It’s time for the Endangered Alphabets to get on with the most ambitious carving project yet: the Tibetan dining table. As you may recall, our plan is to auction it as we go, to offer you the chance to bid on what will be not only unique but quite astonishing item before it goes into a gallery and the price moves into the realm of the GNP of many small nations. The reserve price is $2,500. Now read on…
My partner-in-wooden-crime Tim Peters has done the first part of his job magnificently, and the round cherry tabletop, with a nicely beveled edge, is now in my living-room. Next it’s my job to carve it, but first I have to plan the design I want to carve–and that’s where I could use your advice.
Here’s the situation. I was going to carve a repeated Tibetan phrase, probably a mantra or a blessing, around the outer rim of the tabletop. (See Fig. 1, though the band of carving would not be that broad. It’s just a poorly-executed diagram, I’m afraid.)
Then it struck me that as soon as the table is set with pates, silverware, and so on, the carving would be hidden! Hardly a great idea. So now I’m think of a band that starts perhaps ten inches in from the edge. (See Fig. 2, which is just as out-of-proportion, alas.)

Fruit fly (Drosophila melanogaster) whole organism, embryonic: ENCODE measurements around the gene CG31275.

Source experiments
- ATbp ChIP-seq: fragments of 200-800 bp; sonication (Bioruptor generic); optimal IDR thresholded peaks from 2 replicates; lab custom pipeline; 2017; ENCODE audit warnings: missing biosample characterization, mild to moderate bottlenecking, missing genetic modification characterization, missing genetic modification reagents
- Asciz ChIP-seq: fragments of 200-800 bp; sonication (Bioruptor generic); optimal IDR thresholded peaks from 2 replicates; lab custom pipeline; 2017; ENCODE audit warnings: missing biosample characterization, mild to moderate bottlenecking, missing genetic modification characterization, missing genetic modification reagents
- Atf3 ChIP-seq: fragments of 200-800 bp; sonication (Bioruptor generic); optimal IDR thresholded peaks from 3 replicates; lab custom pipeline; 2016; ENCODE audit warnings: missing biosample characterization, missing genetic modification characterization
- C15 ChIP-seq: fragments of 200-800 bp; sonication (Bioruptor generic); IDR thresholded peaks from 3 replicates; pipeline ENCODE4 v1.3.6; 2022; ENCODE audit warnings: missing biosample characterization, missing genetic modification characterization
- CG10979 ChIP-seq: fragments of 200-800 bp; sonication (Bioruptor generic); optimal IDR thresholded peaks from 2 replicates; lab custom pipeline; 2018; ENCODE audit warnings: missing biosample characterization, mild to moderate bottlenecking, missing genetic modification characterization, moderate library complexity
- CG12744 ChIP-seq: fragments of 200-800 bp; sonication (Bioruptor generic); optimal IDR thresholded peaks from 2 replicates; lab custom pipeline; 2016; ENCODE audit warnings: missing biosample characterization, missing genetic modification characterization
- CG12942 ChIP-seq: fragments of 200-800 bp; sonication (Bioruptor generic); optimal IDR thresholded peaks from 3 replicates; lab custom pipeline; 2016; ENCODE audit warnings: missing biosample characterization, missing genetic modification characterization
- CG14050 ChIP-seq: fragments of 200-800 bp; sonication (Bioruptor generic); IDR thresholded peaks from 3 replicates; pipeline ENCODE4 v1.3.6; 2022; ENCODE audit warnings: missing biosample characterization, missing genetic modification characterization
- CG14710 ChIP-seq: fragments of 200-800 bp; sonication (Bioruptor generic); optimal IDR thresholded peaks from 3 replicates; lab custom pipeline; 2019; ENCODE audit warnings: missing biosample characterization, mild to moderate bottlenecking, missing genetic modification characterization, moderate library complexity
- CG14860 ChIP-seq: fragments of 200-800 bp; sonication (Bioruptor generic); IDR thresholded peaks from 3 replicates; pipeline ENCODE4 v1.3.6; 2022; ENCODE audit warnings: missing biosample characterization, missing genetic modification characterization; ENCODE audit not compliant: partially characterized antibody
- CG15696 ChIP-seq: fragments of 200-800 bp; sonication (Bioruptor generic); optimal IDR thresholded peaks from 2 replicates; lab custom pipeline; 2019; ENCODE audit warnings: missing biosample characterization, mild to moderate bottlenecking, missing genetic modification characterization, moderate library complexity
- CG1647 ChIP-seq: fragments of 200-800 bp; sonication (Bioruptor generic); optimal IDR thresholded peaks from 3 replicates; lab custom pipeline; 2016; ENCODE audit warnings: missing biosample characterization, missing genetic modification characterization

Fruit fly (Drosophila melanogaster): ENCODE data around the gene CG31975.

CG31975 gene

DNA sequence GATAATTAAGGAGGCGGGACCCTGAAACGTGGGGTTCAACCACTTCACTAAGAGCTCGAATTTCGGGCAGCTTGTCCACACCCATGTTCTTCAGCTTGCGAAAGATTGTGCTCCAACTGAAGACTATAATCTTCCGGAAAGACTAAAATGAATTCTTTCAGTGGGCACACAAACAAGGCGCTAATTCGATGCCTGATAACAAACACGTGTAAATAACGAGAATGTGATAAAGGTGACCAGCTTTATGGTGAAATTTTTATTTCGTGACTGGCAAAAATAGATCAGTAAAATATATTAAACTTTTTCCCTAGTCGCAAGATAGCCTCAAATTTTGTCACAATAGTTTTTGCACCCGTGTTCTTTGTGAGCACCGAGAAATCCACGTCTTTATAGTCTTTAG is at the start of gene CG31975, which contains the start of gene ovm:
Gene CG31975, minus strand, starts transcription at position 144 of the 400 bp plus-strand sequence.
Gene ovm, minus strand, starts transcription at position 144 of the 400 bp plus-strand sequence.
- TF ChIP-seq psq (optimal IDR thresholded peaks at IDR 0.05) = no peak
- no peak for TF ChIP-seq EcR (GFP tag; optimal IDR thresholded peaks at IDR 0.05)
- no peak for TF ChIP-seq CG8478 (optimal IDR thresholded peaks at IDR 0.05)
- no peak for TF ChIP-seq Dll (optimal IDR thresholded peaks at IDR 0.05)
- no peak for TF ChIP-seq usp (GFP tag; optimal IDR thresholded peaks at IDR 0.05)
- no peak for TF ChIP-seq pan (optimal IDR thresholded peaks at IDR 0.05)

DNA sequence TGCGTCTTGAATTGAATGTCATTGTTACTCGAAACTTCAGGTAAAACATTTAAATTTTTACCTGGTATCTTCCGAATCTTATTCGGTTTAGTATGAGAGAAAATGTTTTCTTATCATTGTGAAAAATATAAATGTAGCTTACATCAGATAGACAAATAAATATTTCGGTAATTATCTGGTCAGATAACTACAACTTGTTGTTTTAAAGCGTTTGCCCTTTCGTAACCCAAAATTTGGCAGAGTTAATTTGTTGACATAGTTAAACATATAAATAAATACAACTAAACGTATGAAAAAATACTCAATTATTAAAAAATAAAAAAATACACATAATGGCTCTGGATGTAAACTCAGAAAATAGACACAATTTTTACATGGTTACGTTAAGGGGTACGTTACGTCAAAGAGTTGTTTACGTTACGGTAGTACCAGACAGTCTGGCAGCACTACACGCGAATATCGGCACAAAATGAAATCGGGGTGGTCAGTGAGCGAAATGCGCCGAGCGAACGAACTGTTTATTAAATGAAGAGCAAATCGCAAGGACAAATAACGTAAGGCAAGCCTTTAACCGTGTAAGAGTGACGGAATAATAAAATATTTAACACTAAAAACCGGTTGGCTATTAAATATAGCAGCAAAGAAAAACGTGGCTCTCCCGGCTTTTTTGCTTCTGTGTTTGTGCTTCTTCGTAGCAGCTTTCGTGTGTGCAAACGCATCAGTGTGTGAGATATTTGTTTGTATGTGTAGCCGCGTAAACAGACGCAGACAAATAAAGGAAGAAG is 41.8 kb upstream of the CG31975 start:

But which blessing or mantra to carve?
I’m 90 percent sure I want to use the wonderful calligraphy of Tashi Mannox, a trained Buddhist monk living on the borders of England and Wales. (His work is stunning–I highly encourage you to visit it, look through his pages, order a few pieces, and so on. Tashi and I have an agreement that if I sell a carving based on his calligraphy, 20 percent of the profits go to Rokpa International, a charity assisting sick and homeless children in the Himalayan region.) But which design to use?
My first thought was that I’d adapt the Tashi Mannox design I used for a much smaller table (Fig.3).
I especially like the flowing circular feel to the text, making it almost like a mandala. But I’m always looking to try something new, so I went back to Tashi’s site and particularly liked this and this and this.
Normally I get my artistic advice from my amazingly talented artist daughters, Zoe and Maddy, but for once they completely disagreed with each other. So I’m inviting you, as a friend of the Endangered Alphabets, to offer your suggestions. The person who gives the most convincing argument why I should pick one of these–or a completely different Tibetan design–will win a copy of my book Endangered Alphabets.
But I need to start pencilling the design on the table SOON, so send me your ideas and suggestions by NOON on THURSDAY EST in the Comments box or at email@example.com. And invite friends to send me their thoughts, too!